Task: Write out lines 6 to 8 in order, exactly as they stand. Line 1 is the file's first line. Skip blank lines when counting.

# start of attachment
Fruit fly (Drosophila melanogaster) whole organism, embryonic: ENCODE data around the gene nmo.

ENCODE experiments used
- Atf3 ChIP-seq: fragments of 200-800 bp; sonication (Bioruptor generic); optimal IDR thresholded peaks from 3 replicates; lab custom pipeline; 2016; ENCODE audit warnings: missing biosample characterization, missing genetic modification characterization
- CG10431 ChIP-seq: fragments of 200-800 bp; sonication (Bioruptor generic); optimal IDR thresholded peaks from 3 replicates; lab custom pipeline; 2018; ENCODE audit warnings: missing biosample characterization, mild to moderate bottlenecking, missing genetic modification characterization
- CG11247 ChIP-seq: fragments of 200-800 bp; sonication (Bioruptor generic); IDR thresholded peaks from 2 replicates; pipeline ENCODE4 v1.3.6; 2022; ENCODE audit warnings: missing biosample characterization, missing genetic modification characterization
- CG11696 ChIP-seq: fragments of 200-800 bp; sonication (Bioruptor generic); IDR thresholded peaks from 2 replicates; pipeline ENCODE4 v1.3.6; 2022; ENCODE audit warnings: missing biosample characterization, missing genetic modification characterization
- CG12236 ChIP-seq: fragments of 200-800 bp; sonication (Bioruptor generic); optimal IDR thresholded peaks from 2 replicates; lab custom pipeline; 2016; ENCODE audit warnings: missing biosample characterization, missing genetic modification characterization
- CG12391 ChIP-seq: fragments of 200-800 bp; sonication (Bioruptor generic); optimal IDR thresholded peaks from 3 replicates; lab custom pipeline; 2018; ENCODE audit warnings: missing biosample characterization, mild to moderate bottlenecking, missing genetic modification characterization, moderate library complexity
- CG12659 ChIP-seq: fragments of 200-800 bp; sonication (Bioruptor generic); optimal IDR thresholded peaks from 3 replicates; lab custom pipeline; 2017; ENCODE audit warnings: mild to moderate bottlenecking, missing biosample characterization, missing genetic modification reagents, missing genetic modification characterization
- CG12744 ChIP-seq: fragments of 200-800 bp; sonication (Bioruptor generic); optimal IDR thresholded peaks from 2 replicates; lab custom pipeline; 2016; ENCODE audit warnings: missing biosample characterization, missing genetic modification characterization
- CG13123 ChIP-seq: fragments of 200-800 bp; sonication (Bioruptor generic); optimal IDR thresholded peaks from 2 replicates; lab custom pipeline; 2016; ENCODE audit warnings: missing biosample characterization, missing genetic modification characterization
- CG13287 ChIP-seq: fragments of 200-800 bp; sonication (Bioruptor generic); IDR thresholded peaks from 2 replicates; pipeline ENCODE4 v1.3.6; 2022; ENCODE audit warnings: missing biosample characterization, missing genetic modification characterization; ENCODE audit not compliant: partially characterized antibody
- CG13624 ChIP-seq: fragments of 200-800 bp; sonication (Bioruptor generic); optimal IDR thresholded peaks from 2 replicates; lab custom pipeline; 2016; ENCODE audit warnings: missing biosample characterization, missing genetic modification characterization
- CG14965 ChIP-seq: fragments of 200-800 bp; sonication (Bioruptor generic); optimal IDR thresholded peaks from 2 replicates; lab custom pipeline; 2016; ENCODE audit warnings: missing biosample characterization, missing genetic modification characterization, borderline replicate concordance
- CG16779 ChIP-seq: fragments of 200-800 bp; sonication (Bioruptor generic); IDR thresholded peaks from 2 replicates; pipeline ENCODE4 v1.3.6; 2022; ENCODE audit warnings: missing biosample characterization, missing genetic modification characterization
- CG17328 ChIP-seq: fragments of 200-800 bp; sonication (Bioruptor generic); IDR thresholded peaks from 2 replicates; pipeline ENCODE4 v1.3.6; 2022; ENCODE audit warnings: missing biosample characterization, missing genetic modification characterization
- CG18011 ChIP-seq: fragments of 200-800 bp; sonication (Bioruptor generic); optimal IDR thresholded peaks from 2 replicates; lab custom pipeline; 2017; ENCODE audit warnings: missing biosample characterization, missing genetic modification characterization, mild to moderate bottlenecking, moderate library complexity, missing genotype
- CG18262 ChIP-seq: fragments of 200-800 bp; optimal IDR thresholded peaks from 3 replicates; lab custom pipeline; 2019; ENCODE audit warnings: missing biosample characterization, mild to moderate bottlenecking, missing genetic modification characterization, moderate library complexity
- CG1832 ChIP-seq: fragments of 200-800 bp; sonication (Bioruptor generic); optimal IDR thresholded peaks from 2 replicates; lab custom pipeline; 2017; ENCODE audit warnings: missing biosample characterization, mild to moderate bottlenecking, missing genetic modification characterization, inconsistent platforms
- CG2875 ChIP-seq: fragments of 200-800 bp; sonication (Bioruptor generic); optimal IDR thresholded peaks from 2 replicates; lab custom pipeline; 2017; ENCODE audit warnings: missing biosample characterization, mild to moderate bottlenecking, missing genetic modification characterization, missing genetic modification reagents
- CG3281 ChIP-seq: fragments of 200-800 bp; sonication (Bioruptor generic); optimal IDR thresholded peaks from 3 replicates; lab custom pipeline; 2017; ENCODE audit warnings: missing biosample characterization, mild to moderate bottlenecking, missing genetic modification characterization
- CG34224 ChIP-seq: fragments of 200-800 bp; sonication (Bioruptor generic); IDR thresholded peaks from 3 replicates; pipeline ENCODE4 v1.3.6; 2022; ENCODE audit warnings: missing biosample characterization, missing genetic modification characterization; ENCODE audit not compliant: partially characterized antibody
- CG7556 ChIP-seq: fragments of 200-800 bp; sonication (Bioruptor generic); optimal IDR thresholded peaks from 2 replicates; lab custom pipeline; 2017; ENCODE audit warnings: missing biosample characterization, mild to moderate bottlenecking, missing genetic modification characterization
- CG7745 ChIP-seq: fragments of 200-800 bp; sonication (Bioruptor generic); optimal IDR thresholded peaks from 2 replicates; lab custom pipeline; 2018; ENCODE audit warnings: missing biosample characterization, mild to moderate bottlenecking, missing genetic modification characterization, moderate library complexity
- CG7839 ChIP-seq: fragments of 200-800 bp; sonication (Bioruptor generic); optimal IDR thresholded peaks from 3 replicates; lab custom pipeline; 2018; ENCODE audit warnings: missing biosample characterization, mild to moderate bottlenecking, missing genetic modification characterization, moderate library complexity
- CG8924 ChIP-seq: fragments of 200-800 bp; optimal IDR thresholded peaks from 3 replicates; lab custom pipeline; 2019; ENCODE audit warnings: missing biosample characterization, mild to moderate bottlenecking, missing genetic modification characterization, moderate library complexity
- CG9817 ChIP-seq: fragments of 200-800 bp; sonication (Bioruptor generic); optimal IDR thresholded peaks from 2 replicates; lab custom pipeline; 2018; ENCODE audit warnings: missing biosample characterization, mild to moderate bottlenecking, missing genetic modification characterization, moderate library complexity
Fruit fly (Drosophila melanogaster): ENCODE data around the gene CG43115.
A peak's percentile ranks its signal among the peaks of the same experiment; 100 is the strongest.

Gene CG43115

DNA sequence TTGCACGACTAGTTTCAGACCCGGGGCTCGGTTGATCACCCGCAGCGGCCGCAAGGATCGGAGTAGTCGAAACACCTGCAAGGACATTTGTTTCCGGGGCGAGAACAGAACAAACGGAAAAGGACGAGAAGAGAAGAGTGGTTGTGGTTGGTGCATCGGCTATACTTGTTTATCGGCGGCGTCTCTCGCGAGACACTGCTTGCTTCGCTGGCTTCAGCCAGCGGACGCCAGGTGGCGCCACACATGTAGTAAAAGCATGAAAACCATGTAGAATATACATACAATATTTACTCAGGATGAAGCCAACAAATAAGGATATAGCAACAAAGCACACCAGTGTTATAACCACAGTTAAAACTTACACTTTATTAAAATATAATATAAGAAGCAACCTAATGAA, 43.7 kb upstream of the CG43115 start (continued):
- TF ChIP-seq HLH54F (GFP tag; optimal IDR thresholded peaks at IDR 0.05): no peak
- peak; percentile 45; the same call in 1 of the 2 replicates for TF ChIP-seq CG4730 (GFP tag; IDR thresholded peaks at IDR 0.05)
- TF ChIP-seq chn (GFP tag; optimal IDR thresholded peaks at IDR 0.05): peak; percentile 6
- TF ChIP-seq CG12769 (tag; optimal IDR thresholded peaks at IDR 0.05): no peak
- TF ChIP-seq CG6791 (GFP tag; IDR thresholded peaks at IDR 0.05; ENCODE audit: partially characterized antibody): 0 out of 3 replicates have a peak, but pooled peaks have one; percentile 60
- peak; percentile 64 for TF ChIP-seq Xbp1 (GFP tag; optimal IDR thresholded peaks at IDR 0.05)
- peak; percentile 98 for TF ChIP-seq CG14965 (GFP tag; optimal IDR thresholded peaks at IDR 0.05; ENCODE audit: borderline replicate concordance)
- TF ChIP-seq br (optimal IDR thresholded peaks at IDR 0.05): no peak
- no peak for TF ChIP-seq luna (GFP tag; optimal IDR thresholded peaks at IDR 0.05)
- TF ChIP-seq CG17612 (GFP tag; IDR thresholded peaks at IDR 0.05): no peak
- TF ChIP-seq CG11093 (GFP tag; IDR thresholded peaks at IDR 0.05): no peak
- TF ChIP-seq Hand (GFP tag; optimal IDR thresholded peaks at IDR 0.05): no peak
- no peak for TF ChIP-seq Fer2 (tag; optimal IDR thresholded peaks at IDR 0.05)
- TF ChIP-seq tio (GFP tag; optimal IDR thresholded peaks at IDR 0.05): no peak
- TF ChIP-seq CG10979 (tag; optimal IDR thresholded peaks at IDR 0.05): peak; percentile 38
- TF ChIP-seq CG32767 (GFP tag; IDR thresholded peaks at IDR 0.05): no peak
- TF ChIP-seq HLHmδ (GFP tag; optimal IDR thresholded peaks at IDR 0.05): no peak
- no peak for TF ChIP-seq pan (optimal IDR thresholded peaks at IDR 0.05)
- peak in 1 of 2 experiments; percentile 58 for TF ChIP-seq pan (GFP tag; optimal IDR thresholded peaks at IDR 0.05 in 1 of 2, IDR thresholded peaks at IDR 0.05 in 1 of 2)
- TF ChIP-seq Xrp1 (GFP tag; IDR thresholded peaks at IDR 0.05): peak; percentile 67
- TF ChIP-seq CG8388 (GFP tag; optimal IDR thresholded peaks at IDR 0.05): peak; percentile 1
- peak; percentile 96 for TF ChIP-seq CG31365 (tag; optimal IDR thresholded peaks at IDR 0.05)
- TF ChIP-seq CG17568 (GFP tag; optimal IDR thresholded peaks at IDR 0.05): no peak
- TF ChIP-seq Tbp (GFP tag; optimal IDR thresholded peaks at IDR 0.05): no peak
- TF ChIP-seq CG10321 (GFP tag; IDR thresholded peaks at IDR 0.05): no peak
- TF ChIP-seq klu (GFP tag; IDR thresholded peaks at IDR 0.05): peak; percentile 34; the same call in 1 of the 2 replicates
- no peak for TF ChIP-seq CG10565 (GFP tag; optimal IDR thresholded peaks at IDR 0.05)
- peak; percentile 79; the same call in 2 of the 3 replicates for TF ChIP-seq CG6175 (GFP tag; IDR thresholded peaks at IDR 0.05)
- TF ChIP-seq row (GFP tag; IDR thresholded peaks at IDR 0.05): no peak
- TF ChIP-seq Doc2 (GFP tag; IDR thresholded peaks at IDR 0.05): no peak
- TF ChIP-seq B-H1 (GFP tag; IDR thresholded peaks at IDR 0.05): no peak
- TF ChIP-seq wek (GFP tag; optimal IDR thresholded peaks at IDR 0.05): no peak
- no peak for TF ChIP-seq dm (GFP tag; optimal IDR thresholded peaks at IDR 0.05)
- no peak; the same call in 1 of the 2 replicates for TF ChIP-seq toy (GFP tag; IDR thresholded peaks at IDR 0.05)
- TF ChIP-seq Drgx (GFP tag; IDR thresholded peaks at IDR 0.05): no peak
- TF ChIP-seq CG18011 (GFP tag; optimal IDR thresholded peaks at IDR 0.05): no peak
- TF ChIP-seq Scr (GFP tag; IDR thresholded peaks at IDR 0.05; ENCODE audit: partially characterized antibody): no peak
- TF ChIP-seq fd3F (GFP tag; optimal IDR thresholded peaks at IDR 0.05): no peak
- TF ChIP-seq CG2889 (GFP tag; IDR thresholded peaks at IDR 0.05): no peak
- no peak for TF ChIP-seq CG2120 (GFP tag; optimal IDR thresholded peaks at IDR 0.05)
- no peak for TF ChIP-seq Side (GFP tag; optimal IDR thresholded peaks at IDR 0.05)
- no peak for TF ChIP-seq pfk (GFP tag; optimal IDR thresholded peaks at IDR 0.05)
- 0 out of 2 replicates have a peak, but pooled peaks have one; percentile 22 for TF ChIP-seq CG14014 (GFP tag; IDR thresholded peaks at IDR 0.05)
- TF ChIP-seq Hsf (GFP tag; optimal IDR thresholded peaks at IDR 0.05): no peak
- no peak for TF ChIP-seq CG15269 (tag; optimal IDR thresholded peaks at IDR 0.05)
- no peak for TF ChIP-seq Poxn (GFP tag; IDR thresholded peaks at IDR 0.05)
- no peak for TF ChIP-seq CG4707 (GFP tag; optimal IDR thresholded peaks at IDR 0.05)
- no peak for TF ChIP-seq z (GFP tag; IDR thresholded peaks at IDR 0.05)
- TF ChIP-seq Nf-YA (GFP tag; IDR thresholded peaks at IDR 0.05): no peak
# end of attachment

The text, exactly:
- CG11696 ChIP-seq: fragments of 200-800 bp; sonication (Bioruptor generic); IDR thresholded peaks from 2 replicates; pipeline ENCODE4 v1.3.6; 2022; ENCODE audit warnings: missing biosample characterization, missing genetic modification characterization
- CG12236 ChIP-seq: fragments of 200-800 bp; sonication (Bioruptor generic); optimal IDR thresholded peaks from 2 replicates; lab custom pipeline; 2016; ENCODE audit warnings: missing biosample characterization, missing genetic modification characterization
- CG12391 ChIP-seq: fragments of 200-800 bp; sonication (Bioruptor generic); optimal IDR thresholded peaks from 3 replicates; lab custom pipeline; 2018; ENCODE audit warnings: missing biosample characterization, mild to moderate bottlenecking, missing genetic modification characterization, moderate library complexity